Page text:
Origin (2023)

‘Origin’ casts caste as the root of all evil

After stumbling with the disastrous “A Wrinkle in Time,” Ava DuVernay recovers nicely with her thought-provoking “Origin,” an ambitious adaptation of Isabel Wilkerson’s controversial dissertation, “Caste: The Origins of Our Discontent.” It sounds dry and academical, I know. But in reality, “Origin” is brimming with insight and emotion, qualities brought vividly to life by its wonderfully expressive star, Aunjanue Ellis-Taylor.

Both intimate and epic, “Origin” provides Ellis-Taylor (“King Richard”) with the starring role she’s so long deserved. And she nails it, infusing her symbiotic portrayal of Wilkerson with strength and vulnerability as she counters almost unbearable grief by immersing herself in researching and writing the Pulitzer-winning “Caste.” It’s an odyssey spanning time and continents, a quest to validate her theory that racism may be rooted more deeply in hierarchy than skin color.

Although it’s structured like a procedural, with Wilkerson poring over texts, conducting interviews and visiting exotic locales, DuVernay never loses sight of the pent-up passion driving Wilkerson. It’s an infectious and absorbing account, even when DuVernay struggles to meld the movie’s desperate hypothesis seeking to draw a link between the Middle Passage, the Holocaust and India’s notorious caste system.

Lucky for her she has Ellis-Taylor to supply the connective tissue. Still, “Origin” cannot escape its episodic structure, often feeling more like a collection of scenes than a cohesive whole. DuVernay’s script is literally all over the map, ricocheting from the American South to Nazi Germany to Delhi, India, necessitating an assemblage of flashbacks and embedments. All this intermixed with familial crises involving a trio of devastating deaths. Yet, it’s these tragedies that draw us even closer to Wilkerson, as her work becomes her solace. It’s an admirable turn by Ellis-Taylor and perfectly complements the film’s profile of courage and perseverance.

The one element DuVernay can’t quite square is why Wilkerson – a wealthy, highly respected paragon – defies the contention that Blacks are relegated to the lower rungs of caste in America. But there’s no doubt, Wilkerson is onto something, although I’m sure many Blacks and Jews might take exception to equating subjugation with annihilation.

It’s also a bit of a gamble by DuVernay to opt for a narrative approach to Wilkerson’s book, as you can’t help wondering if it might have been more effective as a documentary. As a result, DuVernay occasionally backs herself into a corner in an attempt to humanize the story. Yes, the tone is less clinical, but it comes across a bit too maudlin at times.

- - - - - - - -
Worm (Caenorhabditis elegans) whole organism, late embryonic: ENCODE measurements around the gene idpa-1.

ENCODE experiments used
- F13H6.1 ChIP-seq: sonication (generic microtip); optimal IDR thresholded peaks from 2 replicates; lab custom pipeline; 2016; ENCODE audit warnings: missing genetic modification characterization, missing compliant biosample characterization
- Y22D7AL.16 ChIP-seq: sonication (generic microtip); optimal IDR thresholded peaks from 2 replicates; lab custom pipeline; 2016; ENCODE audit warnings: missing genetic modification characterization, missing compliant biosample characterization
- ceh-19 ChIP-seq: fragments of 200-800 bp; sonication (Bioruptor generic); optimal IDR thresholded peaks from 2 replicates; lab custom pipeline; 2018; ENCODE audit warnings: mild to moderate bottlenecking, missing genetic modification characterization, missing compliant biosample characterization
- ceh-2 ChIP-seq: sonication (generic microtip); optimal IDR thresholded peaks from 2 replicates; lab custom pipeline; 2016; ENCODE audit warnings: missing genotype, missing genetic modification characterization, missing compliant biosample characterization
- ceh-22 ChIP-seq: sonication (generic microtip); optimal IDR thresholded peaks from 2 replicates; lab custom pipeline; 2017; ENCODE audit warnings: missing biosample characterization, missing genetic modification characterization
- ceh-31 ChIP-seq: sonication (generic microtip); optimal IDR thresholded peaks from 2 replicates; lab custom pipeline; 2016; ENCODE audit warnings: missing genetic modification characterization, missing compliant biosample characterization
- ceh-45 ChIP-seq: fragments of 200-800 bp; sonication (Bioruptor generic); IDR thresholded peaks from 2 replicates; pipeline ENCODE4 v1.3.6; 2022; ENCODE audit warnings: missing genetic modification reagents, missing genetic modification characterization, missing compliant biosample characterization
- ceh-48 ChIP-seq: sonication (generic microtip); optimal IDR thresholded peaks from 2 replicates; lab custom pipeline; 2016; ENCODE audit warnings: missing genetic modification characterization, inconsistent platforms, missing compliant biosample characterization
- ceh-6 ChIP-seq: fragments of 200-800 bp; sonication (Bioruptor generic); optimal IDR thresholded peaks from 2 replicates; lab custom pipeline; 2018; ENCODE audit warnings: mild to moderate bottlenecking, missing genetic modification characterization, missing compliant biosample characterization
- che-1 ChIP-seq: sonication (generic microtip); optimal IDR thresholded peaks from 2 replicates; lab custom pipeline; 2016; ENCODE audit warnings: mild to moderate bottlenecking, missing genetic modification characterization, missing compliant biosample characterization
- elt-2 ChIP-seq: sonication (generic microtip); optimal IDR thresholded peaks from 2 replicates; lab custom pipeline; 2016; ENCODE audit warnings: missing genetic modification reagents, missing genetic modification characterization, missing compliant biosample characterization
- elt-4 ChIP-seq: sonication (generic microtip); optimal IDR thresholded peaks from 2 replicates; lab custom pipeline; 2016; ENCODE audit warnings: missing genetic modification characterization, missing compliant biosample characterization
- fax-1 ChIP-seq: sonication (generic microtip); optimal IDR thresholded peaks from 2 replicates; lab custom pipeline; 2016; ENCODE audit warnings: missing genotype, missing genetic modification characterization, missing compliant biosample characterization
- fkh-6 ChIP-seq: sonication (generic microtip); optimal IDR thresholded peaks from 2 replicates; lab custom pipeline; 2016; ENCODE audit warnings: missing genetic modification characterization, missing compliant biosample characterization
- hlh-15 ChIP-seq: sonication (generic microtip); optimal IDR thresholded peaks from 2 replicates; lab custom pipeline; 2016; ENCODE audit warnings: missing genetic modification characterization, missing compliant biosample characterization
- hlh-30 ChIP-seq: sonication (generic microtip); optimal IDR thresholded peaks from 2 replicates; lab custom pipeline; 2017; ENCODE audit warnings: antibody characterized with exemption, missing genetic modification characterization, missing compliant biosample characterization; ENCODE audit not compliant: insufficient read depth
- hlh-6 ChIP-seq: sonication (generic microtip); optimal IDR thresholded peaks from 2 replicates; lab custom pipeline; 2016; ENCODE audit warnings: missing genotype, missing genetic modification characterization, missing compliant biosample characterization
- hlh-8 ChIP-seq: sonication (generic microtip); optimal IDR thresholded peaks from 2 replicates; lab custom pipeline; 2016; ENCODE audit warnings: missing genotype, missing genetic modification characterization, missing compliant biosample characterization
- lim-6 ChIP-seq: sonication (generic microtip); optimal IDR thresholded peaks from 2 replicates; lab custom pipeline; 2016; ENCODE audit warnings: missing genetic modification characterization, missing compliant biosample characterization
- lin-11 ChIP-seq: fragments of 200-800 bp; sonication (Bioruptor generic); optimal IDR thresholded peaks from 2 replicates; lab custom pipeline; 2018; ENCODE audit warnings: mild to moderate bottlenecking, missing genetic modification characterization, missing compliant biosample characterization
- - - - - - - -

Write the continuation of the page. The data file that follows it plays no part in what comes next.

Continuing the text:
But the power of what we witness is indisputable, particularly the final 30 minutes when it’s impossible not to feel shattered by – and ashamed of – the centuries of oppression visited upon even the most susceptible victims of racism – children. Speaking of which, what a daring choice by DuVernay to open and close her film with the execution of Trayvon Martin, an innocent teenager gunned down by crazed white supremacist George Zimmerman.

Martin is a stepping stone to Wilkerson’s research, but it’s not a subject she feels comfortable exploring. “I don’t write questions; I write answers,” she tells an editor (Blair Underwood) insisting she listen to the horrific 911 tapes and then write about Martin. What changes her mind are the imminent deaths of her beloved husband, Brett (an excellent Jon Bernthal, also from “King Richard”), and elderly mother, Ruby (Emily Yancy). For Wilkerson, the project is both an escape and a way of honoring their memory.

It’s an obvious play for sympathy, but it works, as does Wilkerson’s close relationship with her cancer-stricken cousin, Marion (Niecy Nash-Betts). More of them would have been preferable to disjointed flashbacks to Nazi Germany featuring a Hitler disciple (Finn Wittrock) and his Jewish girlfriend (Victoria Pedretti); and the Deep South, where two couples, one white (Matthew Zuk and Hannah Pniewski), one Black (Isha Blaaker and Jasmine Cephas Jones), assimilate into Jim Crow society in the 1940s as part of a risky research project. While compelling, these scenes unnecessarily slow the film’s momentum and distract from our involvement in Wilkerson and her exhaustive work.

You’re inspired just the same. Even if you disagree with Wilkerson’s assertion, it’s hard not to be fascinated by her arguments. Caste discrimination or racial prejudice? I think they walk hand in hand, and no matter the cause or the symptoms, the one thing we can all agree on is that the time has come for us to live as one.

Movie review


Rated: PG-13 for violence, smoking, racism, language, disturbing images and thematic material

Cast: Aunjanue Ellis-Taylor, Jon Bernthal, Niecy Nash-Betts, Vera Farmiga, Audra McDonald and Nick Offerman

Director: Ava DuVernay

Writer: Ava DuVernay

Runtime: 140 minutes

Grade: B

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